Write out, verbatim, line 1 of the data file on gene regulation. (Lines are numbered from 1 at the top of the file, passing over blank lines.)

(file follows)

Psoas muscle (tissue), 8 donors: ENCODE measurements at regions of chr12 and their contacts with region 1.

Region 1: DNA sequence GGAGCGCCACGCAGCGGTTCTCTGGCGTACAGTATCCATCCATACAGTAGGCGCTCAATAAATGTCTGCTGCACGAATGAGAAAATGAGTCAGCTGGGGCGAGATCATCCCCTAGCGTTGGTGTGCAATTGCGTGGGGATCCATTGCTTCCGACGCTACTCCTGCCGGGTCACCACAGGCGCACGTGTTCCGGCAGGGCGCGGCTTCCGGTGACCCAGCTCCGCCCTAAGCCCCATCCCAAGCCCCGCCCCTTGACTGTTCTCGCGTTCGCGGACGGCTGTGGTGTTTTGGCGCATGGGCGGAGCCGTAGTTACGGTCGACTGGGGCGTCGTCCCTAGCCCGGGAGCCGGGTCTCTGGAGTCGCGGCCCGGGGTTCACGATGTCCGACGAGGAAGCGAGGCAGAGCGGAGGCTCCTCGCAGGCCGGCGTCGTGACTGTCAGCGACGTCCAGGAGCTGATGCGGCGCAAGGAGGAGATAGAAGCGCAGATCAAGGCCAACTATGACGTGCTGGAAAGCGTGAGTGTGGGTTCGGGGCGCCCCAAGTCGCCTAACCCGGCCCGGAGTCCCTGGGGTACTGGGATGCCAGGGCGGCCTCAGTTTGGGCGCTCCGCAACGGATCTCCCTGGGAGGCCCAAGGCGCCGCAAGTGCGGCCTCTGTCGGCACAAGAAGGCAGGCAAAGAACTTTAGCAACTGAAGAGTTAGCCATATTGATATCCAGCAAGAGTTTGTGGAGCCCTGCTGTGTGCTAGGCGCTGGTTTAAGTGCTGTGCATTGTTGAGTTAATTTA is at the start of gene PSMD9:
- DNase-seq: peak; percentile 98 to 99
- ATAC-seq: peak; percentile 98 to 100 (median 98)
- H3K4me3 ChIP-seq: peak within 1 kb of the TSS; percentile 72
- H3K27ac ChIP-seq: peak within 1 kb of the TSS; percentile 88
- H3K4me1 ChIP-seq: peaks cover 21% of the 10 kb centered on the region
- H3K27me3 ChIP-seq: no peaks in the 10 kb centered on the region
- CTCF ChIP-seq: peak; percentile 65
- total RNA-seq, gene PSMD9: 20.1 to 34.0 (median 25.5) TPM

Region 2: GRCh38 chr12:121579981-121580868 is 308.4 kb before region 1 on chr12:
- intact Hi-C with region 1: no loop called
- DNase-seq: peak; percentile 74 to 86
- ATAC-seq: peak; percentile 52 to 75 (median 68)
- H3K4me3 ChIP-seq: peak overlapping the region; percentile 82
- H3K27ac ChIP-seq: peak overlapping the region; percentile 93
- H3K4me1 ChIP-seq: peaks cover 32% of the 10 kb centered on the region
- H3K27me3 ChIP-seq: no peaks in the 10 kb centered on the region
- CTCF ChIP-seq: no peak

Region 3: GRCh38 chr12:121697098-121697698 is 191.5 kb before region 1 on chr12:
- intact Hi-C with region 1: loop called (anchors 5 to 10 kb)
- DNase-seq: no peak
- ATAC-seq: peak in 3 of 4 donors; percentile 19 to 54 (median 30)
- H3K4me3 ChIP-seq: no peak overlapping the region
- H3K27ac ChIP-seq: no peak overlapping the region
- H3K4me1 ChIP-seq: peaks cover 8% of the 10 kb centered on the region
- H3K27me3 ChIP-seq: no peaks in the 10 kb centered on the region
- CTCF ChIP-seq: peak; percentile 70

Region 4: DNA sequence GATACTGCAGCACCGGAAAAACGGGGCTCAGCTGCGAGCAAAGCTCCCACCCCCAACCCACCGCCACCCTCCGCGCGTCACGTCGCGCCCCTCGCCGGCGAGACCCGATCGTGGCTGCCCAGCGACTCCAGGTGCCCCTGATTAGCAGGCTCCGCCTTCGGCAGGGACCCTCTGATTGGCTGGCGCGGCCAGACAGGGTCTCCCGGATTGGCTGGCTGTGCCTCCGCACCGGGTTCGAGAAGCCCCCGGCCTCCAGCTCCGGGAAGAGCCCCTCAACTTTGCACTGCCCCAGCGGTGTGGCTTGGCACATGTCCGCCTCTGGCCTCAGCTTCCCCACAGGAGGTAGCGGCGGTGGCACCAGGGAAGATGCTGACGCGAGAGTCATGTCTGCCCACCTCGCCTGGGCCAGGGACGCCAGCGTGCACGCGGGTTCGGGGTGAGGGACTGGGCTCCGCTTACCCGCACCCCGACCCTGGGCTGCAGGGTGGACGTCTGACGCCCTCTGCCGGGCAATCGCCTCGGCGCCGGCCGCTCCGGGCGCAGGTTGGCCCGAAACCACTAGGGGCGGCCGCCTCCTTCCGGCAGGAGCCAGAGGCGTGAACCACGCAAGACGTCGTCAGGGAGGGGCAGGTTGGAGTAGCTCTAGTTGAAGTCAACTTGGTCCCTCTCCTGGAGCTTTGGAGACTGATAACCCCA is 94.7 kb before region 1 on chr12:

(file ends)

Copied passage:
Psoas muscle (tissue), 8 donors: ENCODE measurements at regions of chr12 and their contacts with region 1.